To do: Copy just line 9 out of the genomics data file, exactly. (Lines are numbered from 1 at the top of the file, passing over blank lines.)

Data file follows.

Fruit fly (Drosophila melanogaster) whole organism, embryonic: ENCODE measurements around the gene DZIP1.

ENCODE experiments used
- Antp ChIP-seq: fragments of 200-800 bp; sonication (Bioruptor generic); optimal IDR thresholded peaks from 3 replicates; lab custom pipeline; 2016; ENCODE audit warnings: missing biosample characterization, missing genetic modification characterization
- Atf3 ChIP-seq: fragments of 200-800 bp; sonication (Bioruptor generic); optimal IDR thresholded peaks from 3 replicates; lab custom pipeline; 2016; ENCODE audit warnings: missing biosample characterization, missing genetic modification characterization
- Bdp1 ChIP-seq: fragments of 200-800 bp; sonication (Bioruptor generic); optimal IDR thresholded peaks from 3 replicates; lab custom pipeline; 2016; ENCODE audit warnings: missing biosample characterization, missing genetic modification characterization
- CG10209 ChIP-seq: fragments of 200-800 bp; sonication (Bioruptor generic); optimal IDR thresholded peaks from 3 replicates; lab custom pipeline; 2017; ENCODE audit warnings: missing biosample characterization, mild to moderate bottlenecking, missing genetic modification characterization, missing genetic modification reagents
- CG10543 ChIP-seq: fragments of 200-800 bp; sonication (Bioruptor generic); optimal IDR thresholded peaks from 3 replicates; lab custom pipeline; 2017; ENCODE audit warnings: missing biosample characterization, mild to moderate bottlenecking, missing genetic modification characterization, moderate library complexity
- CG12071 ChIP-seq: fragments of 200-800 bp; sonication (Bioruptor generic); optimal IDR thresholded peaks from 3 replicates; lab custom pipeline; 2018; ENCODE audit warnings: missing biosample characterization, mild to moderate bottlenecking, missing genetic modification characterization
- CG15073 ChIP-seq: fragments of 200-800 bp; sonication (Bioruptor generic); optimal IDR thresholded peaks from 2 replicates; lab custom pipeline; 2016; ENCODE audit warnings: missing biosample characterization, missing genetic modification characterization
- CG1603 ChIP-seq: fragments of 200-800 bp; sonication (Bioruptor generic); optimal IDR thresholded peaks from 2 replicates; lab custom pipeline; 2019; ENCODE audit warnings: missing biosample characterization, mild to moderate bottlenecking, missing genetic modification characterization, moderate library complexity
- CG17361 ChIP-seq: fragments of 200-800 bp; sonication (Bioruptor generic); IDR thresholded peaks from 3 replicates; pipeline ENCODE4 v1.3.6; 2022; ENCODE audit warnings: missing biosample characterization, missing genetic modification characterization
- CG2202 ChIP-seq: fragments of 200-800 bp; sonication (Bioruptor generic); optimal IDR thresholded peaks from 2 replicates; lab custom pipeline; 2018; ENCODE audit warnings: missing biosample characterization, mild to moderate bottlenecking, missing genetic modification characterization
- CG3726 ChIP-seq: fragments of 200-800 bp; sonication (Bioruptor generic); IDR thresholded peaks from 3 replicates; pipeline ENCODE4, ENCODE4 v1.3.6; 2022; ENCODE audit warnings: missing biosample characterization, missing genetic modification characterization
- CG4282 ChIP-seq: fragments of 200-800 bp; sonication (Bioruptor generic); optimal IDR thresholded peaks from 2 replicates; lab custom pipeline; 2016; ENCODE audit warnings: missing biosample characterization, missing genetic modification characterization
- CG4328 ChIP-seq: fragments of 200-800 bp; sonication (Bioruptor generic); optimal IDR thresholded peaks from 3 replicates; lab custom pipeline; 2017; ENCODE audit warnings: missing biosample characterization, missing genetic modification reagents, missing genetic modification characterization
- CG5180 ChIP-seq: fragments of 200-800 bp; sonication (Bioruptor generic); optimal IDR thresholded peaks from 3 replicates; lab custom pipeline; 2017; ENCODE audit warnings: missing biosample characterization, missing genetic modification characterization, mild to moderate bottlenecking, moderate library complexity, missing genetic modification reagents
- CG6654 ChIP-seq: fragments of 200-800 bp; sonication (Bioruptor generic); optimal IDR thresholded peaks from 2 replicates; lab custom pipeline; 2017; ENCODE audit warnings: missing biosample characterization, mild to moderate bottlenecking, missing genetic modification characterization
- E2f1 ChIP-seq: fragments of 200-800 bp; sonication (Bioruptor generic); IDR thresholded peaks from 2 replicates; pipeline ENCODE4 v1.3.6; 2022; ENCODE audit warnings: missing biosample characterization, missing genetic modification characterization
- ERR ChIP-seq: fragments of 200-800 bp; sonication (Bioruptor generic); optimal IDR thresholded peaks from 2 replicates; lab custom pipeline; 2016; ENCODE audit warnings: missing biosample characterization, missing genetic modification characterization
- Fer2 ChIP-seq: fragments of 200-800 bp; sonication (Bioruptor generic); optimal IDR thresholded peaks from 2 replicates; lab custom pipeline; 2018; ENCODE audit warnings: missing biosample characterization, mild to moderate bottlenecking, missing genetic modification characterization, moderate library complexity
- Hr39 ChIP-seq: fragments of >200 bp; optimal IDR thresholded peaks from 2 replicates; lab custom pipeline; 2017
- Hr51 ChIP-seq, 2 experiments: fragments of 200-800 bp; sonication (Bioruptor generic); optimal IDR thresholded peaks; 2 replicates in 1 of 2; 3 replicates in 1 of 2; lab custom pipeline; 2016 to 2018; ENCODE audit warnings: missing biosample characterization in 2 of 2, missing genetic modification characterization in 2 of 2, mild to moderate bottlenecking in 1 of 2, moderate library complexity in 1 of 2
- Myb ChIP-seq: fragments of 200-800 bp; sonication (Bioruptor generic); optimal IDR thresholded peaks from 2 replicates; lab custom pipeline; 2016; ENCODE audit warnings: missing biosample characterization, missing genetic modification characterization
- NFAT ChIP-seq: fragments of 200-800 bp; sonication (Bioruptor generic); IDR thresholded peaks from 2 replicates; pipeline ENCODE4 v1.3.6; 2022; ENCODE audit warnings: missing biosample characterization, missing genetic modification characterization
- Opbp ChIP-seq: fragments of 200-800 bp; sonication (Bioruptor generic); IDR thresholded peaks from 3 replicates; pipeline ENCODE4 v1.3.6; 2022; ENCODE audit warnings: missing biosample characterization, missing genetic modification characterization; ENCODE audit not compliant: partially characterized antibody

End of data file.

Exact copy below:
- CG15073 ChIP-seq: fragments of 200-800 bp; sonication (Bioruptor generic); optimal IDR thresholded peaks from 2 replicates; lab custom pipeline; 2016; ENCODE audit warnings: missing biosample characterization, missing genetic modification characterization